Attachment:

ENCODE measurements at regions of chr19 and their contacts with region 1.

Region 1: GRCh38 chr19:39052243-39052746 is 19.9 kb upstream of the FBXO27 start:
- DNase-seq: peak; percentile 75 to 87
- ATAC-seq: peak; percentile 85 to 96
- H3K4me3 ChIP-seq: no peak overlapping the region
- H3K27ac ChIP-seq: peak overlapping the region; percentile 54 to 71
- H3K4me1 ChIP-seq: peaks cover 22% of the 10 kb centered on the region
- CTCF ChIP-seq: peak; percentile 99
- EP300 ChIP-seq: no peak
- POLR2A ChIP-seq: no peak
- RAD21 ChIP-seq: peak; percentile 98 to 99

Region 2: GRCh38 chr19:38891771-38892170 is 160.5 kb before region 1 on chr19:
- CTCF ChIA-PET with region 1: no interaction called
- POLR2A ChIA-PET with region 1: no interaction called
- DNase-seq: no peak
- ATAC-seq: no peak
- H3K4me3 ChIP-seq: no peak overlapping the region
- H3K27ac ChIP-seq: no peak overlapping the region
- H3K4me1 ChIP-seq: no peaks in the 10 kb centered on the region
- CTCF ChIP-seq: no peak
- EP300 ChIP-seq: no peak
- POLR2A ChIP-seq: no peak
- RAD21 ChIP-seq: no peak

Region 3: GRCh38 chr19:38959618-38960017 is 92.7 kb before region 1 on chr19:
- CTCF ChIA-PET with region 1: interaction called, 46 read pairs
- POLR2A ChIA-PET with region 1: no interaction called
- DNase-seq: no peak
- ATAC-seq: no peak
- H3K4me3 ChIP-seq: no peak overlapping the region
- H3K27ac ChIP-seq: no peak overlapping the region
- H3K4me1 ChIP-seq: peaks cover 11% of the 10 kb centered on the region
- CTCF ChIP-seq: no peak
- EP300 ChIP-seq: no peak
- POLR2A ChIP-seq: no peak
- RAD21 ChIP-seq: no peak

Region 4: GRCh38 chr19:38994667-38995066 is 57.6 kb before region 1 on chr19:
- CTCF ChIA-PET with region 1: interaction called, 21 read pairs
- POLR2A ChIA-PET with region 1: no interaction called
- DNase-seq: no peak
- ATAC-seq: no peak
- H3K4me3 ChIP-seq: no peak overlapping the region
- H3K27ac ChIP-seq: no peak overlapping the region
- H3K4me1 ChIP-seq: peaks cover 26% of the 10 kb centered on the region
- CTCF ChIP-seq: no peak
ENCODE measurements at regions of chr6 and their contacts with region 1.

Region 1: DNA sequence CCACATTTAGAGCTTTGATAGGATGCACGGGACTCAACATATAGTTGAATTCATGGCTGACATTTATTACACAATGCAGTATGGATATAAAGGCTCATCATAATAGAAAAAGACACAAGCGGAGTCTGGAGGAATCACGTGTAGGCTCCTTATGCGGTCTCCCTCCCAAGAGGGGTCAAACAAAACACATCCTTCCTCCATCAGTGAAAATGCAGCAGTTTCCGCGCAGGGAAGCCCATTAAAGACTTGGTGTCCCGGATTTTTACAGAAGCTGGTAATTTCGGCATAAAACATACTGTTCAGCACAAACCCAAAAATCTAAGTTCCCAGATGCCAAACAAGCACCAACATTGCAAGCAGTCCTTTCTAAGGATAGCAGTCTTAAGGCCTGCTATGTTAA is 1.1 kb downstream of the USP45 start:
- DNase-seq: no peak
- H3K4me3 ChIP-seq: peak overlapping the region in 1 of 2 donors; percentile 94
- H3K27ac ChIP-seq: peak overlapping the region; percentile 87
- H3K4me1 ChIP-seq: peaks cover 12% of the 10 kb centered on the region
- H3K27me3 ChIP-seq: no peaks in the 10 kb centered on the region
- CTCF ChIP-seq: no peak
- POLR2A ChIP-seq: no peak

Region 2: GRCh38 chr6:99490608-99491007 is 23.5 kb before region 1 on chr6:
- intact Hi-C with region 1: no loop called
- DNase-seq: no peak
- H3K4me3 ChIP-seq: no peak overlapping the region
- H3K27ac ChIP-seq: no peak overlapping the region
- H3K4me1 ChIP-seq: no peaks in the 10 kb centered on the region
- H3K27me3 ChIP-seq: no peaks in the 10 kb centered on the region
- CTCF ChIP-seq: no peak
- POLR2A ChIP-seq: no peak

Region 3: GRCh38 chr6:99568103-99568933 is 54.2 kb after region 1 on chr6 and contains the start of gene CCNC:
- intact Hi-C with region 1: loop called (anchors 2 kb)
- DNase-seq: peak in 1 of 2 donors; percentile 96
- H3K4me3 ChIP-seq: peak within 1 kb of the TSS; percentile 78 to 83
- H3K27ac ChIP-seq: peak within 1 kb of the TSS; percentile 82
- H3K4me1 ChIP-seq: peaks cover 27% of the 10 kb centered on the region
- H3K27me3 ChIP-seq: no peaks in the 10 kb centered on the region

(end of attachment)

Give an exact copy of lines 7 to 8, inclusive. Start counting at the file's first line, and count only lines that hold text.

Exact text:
- H3K4me1 ChIP-seq: peaks cover 22% of the 10 kb centered on the region
- CTCF ChIP-seq: peak; percentile 99